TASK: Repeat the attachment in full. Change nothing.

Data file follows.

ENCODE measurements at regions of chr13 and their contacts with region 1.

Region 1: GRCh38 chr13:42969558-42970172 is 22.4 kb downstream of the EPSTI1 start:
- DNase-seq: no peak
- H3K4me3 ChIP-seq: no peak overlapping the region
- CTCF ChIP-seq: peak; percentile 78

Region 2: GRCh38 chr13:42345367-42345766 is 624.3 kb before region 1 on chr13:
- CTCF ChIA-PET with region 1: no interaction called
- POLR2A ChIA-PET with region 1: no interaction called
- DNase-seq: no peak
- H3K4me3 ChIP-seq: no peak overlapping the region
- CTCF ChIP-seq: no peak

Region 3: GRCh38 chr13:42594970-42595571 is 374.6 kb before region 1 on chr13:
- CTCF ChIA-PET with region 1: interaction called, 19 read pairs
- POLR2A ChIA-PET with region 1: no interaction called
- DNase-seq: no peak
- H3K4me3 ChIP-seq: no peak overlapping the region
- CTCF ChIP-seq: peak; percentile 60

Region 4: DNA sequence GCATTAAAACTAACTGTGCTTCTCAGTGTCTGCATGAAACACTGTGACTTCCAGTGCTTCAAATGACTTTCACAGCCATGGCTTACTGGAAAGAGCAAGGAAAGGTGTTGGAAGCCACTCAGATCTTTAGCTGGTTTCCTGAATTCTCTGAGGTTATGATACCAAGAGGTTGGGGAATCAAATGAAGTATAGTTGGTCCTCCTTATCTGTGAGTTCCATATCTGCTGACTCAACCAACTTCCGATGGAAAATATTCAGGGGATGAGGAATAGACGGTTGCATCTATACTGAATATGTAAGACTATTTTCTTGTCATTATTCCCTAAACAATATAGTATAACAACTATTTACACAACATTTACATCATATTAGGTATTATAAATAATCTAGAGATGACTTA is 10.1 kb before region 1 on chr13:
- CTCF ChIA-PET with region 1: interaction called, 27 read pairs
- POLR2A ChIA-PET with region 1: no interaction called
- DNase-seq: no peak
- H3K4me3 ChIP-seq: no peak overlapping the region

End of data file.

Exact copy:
ENCODE measurements at regions of chr13 and their contacts with region 1.

Region 1: GRCh38 chr13:42969558-42970172 is 22.4 kb downstream of the EPSTI1 start:
- DNase-seq: no peak
- H3K4me3 ChIP-seq: no peak overlapping the region
- CTCF ChIP-seq: peak; percentile 78

Region 2: GRCh38 chr13:42345367-42345766 is 624.3 kb before region 1 on chr13:
- CTCF ChIA-PET with region 1: no interaction called
- POLR2A ChIA-PET with region 1: no interaction called
- DNase-seq: no peak
- H3K4me3 ChIP-seq: no peak overlapping the region
- CTCF ChIP-seq: no peak

Region 3: GRCh38 chr13:42594970-42595571 is 374.6 kb before region 1 on chr13:
- CTCF ChIA-PET with region 1: interaction called, 19 read pairs
- POLR2A ChIA-PET with region 1: no interaction called
- DNase-seq: no peak
- H3K4me3 ChIP-seq: no peak overlapping the region
- CTCF ChIP-seq: peak; percentile 60

Region 4: DNA sequence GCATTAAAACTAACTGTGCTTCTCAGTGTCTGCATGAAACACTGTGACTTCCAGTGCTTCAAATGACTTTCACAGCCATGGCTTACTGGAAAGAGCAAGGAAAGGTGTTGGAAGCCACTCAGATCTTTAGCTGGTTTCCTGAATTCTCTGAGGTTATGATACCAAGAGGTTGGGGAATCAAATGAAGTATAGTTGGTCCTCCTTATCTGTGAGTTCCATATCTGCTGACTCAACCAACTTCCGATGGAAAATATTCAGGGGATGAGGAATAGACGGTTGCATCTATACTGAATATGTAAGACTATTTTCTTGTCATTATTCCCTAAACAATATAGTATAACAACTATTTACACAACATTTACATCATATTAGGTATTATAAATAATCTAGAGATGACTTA is 10.1 kb before region 1 on chr13:
- CTCF ChIA-PET with region 1: interaction called, 27 read pairs
- POLR2A ChIA-PET with region 1: no interaction called
- DNase-seq: no peak
- H3K4me3 ChIP-seq: no peak overlapping the region